We finally sorted and identified all of the fishes we collected from our samples this summer, and were able to measure the biodiversity between dense and sparse habitats. In particular, we were interested in four measurements of biodiversity. The first, abundance, is simply the overall number of fishes collected from each habitat type. The second, species evenness, measures how evenly individual fishes

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Some of the fishes we collected this summer, separated by species and sample.

are distributed among the different species collected in each habitat type. Finally, diversity took into account species richness, which counts the total number of species collected, and the Simpson’s Diversity Index, which quantifies diversity based on the number of species and the relative abundance of each of those species.

These measurements provided us with some interesting results. In the end, we collected a greater abundance of individuals in sparse sites than in dense sites. We also saw both greater species evenness and greater species richness in dense sites. Additionally, the Simpson’s Diversity Index showed a greater diversity of fishes in dense sites.

As I mentioned, abundance of individuals and species richness were both calculated by simply counting the overall number of individuals and species, respectively, collected in each site. Species evenness, on the other hand, required a bit more analysis. Figure 1 shows rank abundance curves for both sparse and dense patches of G. vermiculophylla. These curves tell us how evenly individuals are distributed among the species collected from each site. For each habitat type, species are ranked from 1 to 10 in decreasing order of abundance. That rank is then compared with the abundance of each species. The slope of the resulting line is what we are interested in. Basically, the flatter the line, the greater the species evenness. In our analysis, the line representing dense sites had a flatter slope, signaling greater species evenness in dense sites than in sparse sites.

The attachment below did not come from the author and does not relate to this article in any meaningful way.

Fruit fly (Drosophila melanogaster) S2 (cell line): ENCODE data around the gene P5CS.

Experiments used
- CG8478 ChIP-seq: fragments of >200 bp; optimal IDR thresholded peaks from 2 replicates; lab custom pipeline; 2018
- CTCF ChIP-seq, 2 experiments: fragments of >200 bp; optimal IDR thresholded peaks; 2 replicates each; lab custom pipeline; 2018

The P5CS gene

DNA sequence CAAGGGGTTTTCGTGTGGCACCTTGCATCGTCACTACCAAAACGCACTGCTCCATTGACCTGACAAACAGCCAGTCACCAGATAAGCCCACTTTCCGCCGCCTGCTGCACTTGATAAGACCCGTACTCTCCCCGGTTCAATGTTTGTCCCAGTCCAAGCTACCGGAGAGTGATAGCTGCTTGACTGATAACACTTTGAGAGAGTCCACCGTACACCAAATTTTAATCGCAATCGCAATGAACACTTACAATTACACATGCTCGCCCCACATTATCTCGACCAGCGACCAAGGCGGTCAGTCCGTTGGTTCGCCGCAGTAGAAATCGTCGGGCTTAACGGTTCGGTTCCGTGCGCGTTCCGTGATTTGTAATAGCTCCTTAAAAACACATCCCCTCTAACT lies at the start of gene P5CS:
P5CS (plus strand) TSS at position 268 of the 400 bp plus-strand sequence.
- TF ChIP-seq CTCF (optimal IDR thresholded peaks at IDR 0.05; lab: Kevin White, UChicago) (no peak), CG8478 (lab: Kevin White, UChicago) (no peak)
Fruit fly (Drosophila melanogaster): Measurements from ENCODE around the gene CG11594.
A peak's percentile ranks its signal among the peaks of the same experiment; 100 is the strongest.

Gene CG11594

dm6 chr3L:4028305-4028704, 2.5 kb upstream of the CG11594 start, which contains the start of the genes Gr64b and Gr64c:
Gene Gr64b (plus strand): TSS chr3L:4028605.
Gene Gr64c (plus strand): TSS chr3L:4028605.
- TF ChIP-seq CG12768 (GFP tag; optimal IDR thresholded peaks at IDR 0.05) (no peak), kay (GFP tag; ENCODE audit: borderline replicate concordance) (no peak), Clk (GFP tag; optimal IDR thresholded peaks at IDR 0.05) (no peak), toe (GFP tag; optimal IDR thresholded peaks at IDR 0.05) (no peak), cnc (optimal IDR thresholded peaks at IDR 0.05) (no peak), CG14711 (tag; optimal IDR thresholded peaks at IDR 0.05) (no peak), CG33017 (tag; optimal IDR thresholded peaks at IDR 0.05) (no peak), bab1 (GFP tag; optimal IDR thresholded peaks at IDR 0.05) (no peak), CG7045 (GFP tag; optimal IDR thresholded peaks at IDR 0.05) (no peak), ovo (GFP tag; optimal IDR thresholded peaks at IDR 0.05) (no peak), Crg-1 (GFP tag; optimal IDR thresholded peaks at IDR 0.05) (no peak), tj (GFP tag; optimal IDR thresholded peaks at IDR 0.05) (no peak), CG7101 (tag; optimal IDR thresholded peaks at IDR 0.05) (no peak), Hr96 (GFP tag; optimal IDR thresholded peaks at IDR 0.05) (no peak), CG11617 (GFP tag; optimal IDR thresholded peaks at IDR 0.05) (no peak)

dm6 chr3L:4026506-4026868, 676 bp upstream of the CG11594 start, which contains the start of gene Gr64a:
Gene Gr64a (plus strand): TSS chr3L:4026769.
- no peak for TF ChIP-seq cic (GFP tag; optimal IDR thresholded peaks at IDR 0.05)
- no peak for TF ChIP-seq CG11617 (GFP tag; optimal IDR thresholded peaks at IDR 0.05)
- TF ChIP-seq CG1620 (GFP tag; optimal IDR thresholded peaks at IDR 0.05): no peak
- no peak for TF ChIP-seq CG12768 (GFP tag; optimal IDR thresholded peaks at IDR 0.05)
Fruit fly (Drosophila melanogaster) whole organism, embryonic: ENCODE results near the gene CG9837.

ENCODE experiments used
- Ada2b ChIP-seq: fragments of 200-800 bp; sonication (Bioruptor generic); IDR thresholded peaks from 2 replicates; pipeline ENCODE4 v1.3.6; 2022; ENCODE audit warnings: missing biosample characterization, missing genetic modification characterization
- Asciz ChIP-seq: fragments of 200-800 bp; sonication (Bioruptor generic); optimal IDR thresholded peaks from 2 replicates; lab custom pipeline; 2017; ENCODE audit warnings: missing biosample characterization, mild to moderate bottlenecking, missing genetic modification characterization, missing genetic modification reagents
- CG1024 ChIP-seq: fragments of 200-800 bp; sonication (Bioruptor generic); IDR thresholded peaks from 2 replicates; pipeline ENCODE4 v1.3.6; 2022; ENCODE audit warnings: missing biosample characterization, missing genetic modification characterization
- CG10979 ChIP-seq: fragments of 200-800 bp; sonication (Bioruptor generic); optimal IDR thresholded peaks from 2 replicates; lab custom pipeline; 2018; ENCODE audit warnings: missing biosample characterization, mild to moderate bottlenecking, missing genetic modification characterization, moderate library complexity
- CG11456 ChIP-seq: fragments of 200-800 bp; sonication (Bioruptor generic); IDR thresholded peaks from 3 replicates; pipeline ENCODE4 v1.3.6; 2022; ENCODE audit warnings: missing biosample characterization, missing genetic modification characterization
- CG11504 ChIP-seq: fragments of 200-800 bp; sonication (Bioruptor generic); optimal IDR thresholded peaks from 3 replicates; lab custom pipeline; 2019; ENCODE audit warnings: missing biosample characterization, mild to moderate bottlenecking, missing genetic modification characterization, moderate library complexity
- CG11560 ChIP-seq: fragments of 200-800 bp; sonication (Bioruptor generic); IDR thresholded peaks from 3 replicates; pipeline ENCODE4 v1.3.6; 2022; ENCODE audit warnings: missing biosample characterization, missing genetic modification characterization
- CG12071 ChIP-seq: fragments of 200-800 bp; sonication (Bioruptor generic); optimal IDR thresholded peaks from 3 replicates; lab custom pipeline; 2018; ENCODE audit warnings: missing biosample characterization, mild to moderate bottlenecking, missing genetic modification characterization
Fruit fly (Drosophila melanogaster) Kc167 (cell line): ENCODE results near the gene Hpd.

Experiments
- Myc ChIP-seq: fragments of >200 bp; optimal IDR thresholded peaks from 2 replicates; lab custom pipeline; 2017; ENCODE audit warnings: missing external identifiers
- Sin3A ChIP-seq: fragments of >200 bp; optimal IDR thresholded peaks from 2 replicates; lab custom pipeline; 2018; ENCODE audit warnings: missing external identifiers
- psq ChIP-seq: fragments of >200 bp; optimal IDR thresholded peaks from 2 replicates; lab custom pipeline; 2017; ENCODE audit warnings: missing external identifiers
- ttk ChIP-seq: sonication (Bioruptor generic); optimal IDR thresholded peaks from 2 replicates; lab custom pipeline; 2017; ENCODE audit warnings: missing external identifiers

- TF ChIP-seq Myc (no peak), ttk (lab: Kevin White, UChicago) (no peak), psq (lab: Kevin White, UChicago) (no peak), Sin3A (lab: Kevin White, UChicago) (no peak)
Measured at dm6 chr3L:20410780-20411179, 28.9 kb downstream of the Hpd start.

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Figure 1. Rank abundance curves for both dense and sparse habitats. The slope of the curve representing dense habitats is closer to 0, indicating greater species evenness in those sites.

As I mentioned, overall we found a greater abundance of individual fishes in sparse sites, while we had greater species evenness, species richness, and diversity in dense sites. These differences between sites are very interesting in themselves. But what is even more interesting is that these results are the complete opposite of what was concluded after this same study was conducted last summer. Therefore, there must be some factor(s) that changed between these two studies. We’re not exactly sure what these factors are, but nonetheless, this highlights the importance of long term studies, as well as the importance of continuing this study to see how these trends in biodiversity change and pan out in the long run. I think a very interesting takeaway from this project is that invasive species, like G. vermiculohylla, can potentially provide benefits and sustain biodiversity in ecosystems here in Charleston and throughout the world.


Special thanks to Tony Harold and Mary Ann Taylor for their guidance in this research project. This project is funded by the National Science Foundation and is supported by the Fort Johnson REU Program, NSF DBI-1757899.